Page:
Jarvis JN, Bicanic T, Loyse A, Namarika D, Jackson A, Nussbaum JC, Longley N, Muzoora C et al. 2014. Determinants of mortality in a combined cohort of 501 patients with HIV-associated Cryptococcal meningitis: implications for improving outcomes. Clin. Infect. Dis., 58 (5), pp. 736-45. Read abstract

BACKGROUND:  Cryptococcal meningitis (CM) is a leading cause of death in individuals infected with human immunodeficiency virus (HIV). Identifying factors associated with mortality informs strategies to improve outcomes. METHODS:  Five hundred one patients with HIV-associated CM were followed prospectively for 10 weeks during trials in Thailand, Uganda, Malawi, and South Africa. South African patients (n = 266) were followed for 1 year. Similar inclusion/exclusion criteria were applied at all sites. Logistic regression identified baseline variables independently associated with mortality. RESULTS:  Mortality was 17% at 2 weeks and 34% at 10 weeks. Altered mental status (odds ratio [OR], 3.1; 95% confidence interval [CI], 1.7-5.9), high cerebrospinal fluid (CSF) fungal burden (OR, 1.4 per log10 colony-forming units/mL increase; 95% CI, 1.0-1.8), older age (>50 years; OR, 3.9; 95% CI, 1.4-11.1), high peripheral white blood cell count (>10 × 10(9) cells/L; OR, 8.7; 95% CI, 2.5-30.2), fluconazole-based induction treatment, and slow clearance of CSF infection were independently associated with 2-week mortality. Low body weight, anemia (hemoglobin <7.5 g/dL), and low CSF opening pressure were independently associated with mortality at 10 weeks in addition to altered mental status, high fungal burden, high peripheral white cell count, and older age. In those followed for 1 year, overall mortality was 41%. Immune reconstitution inflammatory syndrome occurred in 13% of patients and was associated with 2-week CSF fungal burden (P = .007), but not with time to initiation of antiretroviral therapy (ART). CONCLUSIONS:  CSF fungal burden, altered mental status, and rate of clearance of infection predict acute mortality in HIV-associated CM. The results suggest that earlier diagnosis, more rapidly fungicidal amphotericin-based regimens, and prompt immune reconstitution with ART are priorities for improving outcomes. Hide abstract

Limmathurotsakul D, Holden MT, Coupland P, Price EP, Chantratita N, Wuthiekanun V, Amornchai P, Parkhill J, Peacock SJ. 2014. Microevolution of Burkholderia pseudomallei during an acute infection. J. Clin. Microbiol., 52 (9), pp. 3418-21. Read abstract

We used whole-genome sequencing to evaluate 69 independent colonies of Burkholderia pseudomallei isolated from seven body sites of a patient with acute disseminated melioidosis. Fourteen closely related genotypes were found, providing evidence for the rapid in vivo diversification of B. pseudomallei after inoculation and systemic spread. Hide abstract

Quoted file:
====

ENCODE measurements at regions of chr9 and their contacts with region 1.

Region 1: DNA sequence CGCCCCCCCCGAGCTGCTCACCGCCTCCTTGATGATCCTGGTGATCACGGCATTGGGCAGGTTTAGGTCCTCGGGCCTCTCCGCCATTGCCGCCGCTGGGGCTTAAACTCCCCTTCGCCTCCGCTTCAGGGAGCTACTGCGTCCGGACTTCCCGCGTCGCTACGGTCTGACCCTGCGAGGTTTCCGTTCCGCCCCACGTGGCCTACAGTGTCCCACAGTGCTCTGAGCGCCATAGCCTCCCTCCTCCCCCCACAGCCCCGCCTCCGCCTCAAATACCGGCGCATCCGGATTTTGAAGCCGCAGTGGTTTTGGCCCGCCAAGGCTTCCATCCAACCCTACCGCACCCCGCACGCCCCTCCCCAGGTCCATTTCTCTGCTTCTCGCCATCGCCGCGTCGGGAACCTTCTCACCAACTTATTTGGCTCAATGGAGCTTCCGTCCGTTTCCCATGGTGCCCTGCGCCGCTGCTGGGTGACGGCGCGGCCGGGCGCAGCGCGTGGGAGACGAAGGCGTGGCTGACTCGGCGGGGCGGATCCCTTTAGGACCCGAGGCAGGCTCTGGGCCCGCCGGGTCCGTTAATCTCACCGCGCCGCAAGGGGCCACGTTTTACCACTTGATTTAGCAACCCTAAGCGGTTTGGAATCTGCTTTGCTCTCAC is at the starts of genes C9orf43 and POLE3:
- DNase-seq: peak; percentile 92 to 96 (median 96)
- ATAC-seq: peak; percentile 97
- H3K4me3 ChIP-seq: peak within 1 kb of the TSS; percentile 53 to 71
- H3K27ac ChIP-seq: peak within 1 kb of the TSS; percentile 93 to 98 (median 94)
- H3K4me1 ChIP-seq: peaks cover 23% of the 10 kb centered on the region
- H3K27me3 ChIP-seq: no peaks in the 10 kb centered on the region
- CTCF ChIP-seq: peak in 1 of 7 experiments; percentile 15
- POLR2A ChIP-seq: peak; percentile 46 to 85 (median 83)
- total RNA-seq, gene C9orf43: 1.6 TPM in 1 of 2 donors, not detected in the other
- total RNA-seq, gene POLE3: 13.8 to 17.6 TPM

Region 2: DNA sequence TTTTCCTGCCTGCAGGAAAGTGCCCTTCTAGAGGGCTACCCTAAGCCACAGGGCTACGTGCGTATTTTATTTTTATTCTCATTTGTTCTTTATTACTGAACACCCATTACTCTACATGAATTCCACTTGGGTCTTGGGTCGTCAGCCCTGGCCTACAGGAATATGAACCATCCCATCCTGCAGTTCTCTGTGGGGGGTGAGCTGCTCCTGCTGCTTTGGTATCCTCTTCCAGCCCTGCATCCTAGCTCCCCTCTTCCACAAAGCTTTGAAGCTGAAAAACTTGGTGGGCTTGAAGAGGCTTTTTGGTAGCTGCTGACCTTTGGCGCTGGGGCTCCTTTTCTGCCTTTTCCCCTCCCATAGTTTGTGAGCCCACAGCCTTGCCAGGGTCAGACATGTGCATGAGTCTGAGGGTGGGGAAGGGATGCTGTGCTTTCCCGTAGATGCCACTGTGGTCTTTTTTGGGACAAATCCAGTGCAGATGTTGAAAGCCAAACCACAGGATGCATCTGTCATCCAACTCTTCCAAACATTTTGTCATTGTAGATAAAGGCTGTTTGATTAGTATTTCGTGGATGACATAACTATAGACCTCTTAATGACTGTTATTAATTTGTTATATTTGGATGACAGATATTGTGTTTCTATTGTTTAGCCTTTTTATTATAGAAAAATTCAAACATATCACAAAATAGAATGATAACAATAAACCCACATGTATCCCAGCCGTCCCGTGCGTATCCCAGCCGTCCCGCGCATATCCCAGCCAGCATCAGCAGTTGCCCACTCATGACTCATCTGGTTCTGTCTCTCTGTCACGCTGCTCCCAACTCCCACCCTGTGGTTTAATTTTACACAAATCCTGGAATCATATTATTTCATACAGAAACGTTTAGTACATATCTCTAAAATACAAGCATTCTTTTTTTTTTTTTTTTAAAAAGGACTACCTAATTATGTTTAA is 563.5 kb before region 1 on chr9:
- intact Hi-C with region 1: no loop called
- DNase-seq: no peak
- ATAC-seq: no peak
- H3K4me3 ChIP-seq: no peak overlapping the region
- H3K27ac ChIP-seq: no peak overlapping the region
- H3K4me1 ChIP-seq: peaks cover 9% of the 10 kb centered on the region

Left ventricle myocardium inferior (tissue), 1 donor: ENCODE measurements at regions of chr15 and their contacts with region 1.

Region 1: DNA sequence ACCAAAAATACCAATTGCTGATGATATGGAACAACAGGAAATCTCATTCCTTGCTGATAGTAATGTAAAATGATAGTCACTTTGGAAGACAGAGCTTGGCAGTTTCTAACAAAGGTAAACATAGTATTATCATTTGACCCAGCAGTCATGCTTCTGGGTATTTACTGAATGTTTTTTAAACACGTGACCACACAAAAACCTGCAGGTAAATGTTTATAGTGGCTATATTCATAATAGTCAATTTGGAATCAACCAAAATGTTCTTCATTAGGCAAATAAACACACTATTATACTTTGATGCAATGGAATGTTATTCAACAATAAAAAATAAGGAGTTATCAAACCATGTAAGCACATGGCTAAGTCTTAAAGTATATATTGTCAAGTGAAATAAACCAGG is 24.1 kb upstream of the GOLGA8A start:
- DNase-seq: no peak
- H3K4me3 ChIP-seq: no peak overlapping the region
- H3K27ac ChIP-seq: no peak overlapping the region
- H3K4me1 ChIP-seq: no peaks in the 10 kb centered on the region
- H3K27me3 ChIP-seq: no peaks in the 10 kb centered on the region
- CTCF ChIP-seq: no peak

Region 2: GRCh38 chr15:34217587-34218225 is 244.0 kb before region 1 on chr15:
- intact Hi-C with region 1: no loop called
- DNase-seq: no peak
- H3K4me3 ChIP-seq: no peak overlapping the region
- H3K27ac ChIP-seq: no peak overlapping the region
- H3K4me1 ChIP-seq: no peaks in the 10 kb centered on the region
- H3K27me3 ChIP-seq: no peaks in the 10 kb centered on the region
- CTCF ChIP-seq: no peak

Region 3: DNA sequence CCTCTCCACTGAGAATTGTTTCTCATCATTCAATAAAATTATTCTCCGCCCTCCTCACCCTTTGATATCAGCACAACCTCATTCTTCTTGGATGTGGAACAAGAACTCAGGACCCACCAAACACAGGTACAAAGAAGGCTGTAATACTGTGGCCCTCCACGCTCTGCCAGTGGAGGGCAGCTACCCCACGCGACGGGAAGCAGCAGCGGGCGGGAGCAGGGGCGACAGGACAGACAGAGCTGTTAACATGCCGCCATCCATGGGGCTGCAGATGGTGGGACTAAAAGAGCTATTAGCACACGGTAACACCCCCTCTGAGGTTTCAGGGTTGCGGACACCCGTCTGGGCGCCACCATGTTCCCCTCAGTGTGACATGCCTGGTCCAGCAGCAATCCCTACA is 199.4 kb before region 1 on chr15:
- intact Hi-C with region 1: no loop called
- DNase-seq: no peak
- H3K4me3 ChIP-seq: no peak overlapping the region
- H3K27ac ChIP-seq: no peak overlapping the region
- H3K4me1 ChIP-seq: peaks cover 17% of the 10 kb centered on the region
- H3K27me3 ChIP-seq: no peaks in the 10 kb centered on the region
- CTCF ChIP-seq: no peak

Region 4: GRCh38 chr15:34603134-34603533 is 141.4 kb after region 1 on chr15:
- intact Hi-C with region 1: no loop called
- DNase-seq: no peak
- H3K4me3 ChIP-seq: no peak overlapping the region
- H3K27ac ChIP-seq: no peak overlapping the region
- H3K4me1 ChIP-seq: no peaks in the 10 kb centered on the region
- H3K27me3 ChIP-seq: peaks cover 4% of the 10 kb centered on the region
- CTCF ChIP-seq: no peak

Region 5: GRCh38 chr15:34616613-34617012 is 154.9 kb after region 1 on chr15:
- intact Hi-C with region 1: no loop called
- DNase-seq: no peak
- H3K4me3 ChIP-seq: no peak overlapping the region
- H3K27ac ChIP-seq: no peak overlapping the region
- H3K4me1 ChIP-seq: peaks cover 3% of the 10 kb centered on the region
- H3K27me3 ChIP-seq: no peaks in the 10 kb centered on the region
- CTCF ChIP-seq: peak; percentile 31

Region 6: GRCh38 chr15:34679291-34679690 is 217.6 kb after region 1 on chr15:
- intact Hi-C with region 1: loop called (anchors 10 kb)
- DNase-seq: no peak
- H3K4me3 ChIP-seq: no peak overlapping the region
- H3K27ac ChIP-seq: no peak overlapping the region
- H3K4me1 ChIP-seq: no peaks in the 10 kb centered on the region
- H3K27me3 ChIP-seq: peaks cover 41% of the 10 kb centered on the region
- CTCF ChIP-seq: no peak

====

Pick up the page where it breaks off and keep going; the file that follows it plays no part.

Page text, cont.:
Myers ND, Chantratita N, Berrington WR, Chierakul W, Limmathurotsakul D, Wuthiekanun V, Robertson JD, Liggitt HD, Peacock SJ, Skerrett SJ, West TE. 2014. The role of NOD2 in murine and human melioidosis. J. Immunol., 192 (1), pp. 300-7. Read abstract

Nucleotide-binding oligomerization domain 2 (NOD2) is a cytosolic pathogen recognition receptor that regulates susceptibility to a variety of infections and chronic diseases. Burkholderia pseudomallei, a facultative intracellular bacterium, causes the tropical infection melioidosis. We hypothesized that NOD2 may participate in host defense in melioidosis. We performed a series of in vitro assays and in vivo experiments and analyzed the association of human genetic variation with infection to delineate the contribution of NOD2 to the host response to B. pseudomallei. We found that transfection with NOD2 mediated NF-κB activation induced by B. pseudomallei stimulation of HEK293 cells. After low-dose inoculation with aerosolized B. pseudomallei, Nod2-deficient mice showed impaired clinical responses and permitted greater bacterial replication in the lung and dissemination to the spleen compared with wild-type mice. IL-6 and KC levels were higher in the lungs of Nod2-deficient mice. In a cohort of 1562 Thai subjects, a common genetic polymorphism in the NOD2 region, rs7194886, was associated with melioidosis, and this effect was most pronounced in women. rs7194886 was not associated with differences in cytokine production induced by whole-blood stimulation with the NOD2 ligand, muramyl dipeptide, or B. pseudomallei. To our knowledge, these findings are the first to characterize the role of NOD2 in host defense in mammalian melioidosis. Hide abstract